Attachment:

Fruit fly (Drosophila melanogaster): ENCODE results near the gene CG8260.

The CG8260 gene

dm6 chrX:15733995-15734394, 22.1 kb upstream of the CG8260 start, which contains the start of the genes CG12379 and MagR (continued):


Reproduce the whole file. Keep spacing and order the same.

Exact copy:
Fruit fly (Drosophila melanogaster): ENCODE results near the gene CG8260.

The CG8260 gene

dm6 chrX:15733995-15734394, 22.1 kb upstream of the CG8260 start, which contains the start of the genes CG12379 and MagR (continued):